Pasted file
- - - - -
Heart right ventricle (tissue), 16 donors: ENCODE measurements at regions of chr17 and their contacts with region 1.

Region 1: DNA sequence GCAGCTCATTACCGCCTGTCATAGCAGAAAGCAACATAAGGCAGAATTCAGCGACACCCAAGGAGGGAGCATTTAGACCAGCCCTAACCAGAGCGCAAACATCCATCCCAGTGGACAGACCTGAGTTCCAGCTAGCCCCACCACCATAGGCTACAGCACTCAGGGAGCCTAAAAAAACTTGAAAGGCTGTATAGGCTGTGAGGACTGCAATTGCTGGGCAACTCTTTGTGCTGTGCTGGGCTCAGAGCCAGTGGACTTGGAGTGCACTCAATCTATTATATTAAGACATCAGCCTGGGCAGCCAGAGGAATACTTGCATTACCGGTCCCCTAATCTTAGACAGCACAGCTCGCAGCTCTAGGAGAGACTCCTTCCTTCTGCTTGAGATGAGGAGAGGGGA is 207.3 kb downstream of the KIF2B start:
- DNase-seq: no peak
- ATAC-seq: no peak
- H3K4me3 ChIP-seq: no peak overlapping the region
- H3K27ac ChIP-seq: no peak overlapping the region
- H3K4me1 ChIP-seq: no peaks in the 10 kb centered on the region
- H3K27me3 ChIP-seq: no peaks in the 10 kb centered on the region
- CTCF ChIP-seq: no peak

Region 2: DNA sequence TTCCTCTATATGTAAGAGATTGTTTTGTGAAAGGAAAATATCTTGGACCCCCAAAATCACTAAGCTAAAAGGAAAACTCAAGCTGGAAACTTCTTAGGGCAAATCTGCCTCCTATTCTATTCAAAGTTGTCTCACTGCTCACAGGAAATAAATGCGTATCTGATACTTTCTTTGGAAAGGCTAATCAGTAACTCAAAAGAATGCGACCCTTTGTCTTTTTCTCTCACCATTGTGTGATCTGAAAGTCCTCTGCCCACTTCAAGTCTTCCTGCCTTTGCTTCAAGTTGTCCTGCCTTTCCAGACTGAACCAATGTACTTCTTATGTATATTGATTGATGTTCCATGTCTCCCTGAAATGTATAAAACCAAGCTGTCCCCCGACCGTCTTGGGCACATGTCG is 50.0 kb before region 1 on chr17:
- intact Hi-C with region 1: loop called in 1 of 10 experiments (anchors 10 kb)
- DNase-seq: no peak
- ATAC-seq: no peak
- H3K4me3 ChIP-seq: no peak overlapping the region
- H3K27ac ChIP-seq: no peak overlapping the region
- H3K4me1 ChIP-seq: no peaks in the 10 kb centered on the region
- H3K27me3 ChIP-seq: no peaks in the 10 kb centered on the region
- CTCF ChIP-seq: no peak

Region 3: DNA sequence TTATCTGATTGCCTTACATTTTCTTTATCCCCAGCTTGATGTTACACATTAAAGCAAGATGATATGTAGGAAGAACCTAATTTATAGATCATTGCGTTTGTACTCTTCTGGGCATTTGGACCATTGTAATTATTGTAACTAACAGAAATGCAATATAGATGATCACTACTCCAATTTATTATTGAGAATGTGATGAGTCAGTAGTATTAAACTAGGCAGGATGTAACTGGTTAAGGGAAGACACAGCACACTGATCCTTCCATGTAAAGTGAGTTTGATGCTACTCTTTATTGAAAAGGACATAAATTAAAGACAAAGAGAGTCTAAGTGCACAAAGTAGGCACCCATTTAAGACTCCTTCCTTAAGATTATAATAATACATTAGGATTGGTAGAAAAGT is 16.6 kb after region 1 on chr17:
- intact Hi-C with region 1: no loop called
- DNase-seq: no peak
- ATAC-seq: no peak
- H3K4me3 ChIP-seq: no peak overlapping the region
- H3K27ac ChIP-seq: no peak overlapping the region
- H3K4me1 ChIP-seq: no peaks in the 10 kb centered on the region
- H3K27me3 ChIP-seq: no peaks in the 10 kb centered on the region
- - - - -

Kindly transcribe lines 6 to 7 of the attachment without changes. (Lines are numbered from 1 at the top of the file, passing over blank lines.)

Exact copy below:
- H3K27ac ChIP-seq: no peak overlapping the region
- H3K4me1 ChIP-seq: no peaks in the 10 kb centered on the region